(Contributed by Verity)
When American Otaku talk about anime, one question they’ll ask is, “What was your gateway drug?” This is a phrase that usually is used to talk about addicting drugs – and the first, safer drug that leads to more addicting, heavier, more dangerous drugs. It’s meant to be a joke – a self aware one. We know once we started watching anime we were hooked, that we needed to learn more. And we knew that anime was an expensive hobby to have.
So we ask, “What was your gateway drug?” What was the first anime that you ever watched that you KNEW was anime? See, we have had a lot of anime in the United States – Pokemon is huge. Voltron was always Voltron. It was years into watching anime when I realized Voltron was GoLion! and that Power Rangers were inspired by Japanese television.
The gateway drug, or starter anime, changes depending on generation. The generation before me was the darker stuff like Akira. Then my generation watched Sailor Moon and DBZ on fansubbed VHS tapes. And then came Adult Swim, a weekly, night time slot dedicated to anime like Gundam Wing and Trigun on the Cartoon Network. I think now it’s nightly. After that, it was Naruto and Bleach. Now it’s Attack on Titan and Sword Art Online.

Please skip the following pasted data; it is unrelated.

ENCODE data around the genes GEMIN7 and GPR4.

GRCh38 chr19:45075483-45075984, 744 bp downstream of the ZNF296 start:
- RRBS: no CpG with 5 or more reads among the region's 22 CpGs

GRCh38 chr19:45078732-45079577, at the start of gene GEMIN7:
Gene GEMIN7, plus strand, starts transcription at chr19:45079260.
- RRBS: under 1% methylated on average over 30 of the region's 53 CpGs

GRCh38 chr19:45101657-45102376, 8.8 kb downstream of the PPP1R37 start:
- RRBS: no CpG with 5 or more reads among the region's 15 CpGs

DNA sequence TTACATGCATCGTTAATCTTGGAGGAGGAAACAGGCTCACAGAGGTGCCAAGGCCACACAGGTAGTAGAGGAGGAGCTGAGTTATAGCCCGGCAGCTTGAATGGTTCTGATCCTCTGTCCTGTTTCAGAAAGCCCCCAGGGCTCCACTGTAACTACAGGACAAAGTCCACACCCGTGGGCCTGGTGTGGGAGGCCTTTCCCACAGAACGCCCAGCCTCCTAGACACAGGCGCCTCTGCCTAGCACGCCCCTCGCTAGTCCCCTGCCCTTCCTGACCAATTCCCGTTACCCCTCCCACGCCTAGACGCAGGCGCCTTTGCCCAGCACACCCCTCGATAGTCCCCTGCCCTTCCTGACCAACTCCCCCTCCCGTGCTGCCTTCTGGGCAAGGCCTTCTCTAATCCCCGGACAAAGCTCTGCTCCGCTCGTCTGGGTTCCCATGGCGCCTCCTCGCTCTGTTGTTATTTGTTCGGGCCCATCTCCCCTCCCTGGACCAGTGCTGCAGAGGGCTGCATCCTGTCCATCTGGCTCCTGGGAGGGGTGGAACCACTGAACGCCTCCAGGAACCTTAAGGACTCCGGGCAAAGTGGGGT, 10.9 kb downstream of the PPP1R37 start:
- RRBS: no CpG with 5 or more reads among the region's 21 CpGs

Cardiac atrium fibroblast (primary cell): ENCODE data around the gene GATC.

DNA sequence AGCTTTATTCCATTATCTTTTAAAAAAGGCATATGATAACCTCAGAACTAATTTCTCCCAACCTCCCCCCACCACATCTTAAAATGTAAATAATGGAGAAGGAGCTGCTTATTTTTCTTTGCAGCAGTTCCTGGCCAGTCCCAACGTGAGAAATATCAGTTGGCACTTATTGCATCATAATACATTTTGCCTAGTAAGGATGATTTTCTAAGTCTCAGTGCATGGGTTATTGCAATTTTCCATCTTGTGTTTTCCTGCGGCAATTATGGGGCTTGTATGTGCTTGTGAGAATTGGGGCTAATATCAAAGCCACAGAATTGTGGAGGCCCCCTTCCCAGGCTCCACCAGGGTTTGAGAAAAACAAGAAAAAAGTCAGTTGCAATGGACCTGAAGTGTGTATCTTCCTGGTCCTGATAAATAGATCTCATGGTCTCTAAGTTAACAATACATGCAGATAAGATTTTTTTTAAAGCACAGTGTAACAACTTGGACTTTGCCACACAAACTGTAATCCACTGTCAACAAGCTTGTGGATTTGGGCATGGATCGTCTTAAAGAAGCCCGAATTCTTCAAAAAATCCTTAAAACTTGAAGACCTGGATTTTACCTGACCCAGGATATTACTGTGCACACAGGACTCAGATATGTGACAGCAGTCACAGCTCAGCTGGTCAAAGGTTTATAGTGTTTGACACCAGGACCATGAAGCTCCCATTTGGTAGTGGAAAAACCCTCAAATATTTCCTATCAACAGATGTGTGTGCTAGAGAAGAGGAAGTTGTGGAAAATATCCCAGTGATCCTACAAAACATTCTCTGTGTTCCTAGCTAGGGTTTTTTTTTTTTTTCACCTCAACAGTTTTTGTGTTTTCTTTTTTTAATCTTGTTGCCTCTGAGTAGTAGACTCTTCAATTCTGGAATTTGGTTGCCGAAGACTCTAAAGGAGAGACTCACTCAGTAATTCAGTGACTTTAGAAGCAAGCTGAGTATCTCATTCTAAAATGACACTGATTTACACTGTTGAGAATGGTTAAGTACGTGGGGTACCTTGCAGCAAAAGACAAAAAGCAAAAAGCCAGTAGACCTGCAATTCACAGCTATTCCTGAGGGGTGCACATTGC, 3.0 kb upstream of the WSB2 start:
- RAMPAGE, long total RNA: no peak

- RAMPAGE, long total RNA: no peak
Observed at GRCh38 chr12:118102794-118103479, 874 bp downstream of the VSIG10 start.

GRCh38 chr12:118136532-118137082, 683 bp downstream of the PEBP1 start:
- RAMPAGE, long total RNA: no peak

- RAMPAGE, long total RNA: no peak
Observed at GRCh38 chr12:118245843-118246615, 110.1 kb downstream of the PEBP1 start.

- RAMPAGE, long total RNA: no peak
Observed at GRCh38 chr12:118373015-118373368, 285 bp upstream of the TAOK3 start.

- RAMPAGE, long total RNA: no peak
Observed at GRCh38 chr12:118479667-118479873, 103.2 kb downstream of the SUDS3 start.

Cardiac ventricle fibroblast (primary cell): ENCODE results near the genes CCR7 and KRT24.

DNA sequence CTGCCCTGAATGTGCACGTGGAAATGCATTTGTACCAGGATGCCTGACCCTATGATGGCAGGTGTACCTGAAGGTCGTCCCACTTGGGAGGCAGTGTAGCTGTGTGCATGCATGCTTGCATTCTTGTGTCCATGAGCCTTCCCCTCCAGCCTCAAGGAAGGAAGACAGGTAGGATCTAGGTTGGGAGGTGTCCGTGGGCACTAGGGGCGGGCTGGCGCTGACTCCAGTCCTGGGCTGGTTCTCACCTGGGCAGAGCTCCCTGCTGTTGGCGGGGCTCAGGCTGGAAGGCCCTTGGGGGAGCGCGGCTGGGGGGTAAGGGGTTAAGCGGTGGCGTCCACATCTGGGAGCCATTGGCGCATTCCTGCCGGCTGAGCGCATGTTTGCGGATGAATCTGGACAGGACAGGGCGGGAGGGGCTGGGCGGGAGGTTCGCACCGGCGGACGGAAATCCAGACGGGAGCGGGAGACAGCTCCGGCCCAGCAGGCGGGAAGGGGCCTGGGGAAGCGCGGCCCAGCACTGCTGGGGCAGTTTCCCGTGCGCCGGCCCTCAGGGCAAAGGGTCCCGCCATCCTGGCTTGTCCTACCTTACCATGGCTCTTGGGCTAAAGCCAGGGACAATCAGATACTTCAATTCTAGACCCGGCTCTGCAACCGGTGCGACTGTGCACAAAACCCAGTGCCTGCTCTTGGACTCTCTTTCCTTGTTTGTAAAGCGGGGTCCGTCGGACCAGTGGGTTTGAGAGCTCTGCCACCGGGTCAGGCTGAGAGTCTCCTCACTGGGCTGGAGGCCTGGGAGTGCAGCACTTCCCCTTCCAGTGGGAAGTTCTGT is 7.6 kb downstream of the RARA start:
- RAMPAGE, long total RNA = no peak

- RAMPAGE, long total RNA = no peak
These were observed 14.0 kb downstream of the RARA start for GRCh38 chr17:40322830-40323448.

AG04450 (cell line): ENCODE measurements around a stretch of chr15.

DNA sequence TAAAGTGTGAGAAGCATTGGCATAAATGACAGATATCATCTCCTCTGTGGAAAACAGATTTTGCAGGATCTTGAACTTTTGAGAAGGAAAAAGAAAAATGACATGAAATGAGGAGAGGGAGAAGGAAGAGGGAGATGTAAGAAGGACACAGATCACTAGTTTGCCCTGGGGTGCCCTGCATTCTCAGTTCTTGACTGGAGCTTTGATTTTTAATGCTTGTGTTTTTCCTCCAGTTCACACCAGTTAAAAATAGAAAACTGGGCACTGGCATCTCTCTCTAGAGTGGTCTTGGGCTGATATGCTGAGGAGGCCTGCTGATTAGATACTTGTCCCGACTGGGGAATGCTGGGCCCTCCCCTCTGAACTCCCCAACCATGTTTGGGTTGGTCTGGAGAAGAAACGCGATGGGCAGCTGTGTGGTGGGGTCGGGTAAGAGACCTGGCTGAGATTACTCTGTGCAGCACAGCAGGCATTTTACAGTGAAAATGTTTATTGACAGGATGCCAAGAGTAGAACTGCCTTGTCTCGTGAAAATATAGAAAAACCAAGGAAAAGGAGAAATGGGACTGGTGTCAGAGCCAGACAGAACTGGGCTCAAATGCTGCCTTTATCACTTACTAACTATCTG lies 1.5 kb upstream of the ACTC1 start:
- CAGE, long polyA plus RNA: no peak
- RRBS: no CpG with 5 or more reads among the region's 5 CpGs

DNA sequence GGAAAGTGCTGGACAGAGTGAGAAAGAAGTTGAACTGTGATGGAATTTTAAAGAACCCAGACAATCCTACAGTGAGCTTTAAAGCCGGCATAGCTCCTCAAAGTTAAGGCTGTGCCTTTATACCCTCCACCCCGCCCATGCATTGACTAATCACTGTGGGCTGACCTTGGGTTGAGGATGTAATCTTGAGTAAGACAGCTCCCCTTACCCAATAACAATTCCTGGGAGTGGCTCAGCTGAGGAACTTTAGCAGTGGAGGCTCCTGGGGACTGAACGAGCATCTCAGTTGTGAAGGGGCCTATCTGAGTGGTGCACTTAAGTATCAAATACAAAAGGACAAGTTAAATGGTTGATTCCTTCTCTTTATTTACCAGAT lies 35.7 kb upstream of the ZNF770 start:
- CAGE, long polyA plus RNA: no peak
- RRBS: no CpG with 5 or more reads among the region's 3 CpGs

This is how it happened for me. I was in my first year of high school when my older brother came home with some tapes he’d borrowed from a girl in orchestra. He was in 10th grade at the time. We started watching Sailor Moon. It was silly and hypnotizing. As simple as it was, American cartoons at that time were much worse. They were ‘episodic’ – meaning every problem started and was solved in one episode. There was no real story, there was no real conflict. Nothing ever changed. And the animation was… just not pretty. So watching this girl work towards something bigger in each episode was surprising.
It helped that both my brother and I, giggling high schoolers, would stand up and do the transformation sequence along with Sailor Moon. Because that was SO MUCH FUN 🙂
After that, I went searching for anime, I found great music, a wide variety of stories, and a view point into a culture that I have come to love. That’s a story for another time.